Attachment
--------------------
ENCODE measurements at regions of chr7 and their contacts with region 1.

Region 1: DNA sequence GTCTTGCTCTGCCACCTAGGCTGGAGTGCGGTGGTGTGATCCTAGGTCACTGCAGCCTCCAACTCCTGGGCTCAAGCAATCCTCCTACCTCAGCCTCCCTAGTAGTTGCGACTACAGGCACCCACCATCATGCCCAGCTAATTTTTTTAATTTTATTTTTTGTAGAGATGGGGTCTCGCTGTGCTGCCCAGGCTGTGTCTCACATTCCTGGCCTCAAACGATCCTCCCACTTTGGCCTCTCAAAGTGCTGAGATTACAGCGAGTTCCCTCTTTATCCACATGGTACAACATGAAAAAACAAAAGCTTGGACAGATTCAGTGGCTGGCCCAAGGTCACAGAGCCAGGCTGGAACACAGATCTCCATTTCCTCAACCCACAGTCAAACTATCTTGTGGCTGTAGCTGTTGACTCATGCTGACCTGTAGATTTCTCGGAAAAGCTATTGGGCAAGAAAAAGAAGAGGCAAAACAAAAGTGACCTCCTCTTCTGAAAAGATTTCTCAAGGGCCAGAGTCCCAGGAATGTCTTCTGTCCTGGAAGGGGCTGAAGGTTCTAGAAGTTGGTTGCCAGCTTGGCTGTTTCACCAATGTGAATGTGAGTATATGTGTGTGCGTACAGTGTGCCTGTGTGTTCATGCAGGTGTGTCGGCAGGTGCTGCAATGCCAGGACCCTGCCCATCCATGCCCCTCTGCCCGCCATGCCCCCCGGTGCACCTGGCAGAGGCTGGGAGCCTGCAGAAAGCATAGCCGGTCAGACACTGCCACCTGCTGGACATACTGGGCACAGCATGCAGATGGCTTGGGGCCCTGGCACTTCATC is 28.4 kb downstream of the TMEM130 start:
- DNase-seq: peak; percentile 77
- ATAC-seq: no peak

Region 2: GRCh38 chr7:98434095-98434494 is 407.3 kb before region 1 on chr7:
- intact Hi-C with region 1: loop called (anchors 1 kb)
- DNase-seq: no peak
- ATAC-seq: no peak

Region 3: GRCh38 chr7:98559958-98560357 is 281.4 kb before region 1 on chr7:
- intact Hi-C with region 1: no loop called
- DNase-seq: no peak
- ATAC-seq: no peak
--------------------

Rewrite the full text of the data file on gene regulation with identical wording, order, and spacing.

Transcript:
ENCODE measurements at regions of chr7 and their contacts with region 1.

Region 1: DNA sequence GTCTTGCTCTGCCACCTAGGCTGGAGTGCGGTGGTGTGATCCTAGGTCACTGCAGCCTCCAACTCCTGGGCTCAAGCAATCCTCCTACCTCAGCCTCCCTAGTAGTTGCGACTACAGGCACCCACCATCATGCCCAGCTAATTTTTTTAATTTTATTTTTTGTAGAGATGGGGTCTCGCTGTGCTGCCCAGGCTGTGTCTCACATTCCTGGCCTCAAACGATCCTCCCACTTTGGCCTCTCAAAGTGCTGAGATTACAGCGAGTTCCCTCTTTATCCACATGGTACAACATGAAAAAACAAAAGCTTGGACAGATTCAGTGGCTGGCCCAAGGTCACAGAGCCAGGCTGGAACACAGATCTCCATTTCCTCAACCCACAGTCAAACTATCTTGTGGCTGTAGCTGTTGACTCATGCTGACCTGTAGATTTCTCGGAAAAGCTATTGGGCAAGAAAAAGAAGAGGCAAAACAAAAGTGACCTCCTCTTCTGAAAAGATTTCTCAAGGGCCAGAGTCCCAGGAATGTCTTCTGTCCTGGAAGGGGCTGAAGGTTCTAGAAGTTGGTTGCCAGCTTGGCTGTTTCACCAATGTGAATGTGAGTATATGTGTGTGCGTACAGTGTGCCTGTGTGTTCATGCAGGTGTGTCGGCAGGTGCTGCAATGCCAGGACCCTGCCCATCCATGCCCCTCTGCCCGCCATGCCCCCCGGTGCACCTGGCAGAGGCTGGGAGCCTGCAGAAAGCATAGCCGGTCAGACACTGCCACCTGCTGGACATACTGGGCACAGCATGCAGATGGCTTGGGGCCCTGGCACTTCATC is 28.4 kb downstream of the TMEM130 start:
- DNase-seq: peak; percentile 77
- ATAC-seq: no peak

Region 2: GRCh38 chr7:98434095-98434494 is 407.3 kb before region 1 on chr7:
- intact Hi-C with region 1: loop called (anchors 1 kb)
- DNase-seq: no peak
- ATAC-seq: no peak

Region 3: GRCh38 chr7:98559958-98560357 is 281.4 kb before region 1 on chr7:
- intact Hi-C with region 1: no loop called
- DNase-seq: no peak
- ATAC-seq: no peak